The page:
mccormick


bookshelf

Encouraging Authenticity and Spirituality in Higher Education by Arthur Chickering, et al.

As of late, spirituality has been the hot topic in higher education. In the past decade, researchers have found that college students are hungry for a spiritual aspect in their college experience and student affairs professionals have worked tirelessly to provide a sense of authenticity and meaning on their campuses. Encouraging Authenticity and Spirituality is one the first comprehensive resources created to address this growing desiring for spirituality in high education.

“The majority of Americans today consider their own religious narratives as evolving, open-ended and revisable. Religious authority lies in the individual believer.”

If you know the history of higher education in this country then you know the history of spirituality. The first colleges founded in America were specifically created by the church for the church and this remained the status quo for generations. Once the industrial revolution erupted, things changed quickly. The world quickly became smaller. Technological advancements moved at lightning speeds. Society was forever changed and colleges adapted.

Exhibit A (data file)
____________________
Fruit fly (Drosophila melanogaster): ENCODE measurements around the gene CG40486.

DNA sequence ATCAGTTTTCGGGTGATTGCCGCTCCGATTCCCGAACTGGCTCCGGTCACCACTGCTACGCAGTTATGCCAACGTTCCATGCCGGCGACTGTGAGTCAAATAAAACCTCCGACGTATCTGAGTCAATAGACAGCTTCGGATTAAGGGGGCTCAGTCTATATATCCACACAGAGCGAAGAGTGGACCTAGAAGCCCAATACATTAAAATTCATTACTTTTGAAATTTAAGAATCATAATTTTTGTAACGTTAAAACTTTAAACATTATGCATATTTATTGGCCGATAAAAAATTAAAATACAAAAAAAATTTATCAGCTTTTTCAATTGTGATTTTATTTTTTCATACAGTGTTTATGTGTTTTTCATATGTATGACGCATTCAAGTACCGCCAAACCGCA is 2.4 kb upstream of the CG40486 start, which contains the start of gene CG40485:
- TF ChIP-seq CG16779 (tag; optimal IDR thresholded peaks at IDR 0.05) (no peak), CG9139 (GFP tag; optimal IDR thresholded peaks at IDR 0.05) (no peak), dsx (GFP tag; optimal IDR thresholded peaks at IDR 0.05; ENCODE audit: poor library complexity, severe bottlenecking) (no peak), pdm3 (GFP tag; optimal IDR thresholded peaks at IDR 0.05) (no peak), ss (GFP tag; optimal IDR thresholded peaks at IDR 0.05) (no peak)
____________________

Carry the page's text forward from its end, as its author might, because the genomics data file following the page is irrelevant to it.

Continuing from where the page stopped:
The focus on faith and religion quickly faded. The common narrative implies that colleges abandoned religion in pursuit of science, however the separation was quite neutral. Churches had a unique and particular focus while colleges explored all avenues of arts and science. But as we saw over the past few decades, religion has become somewhat unwelcomed or ostracized on college campuses.

In Encouraging Authenticity and Spirituality, the authors set out to find the common the ground, to discover how the whole human works. “Learning is a whole person, whole brain activity. Intellect and emotion are inseparable.”

Each chapter is written by a well-respected expert in the field of higher education. Each chapter offers a special piece to the puzzle of spirituality in higher education: dynamics, policy concerns, history, integration, assessment, leadership, etc.

It is a very good resource for the higher education professional. I really hope colleges and universities across the country begin to take spiritual development more seriously. Working in Christian higher education, I take spiritual development for granted instead of asking tougher questions. We need to explore spiritual development as a community of learners, and then we can finally discover what is true.

"Our ultimate aim is to use knowledge as a source of inspiration for ourselves and other and to improve the world in which we live."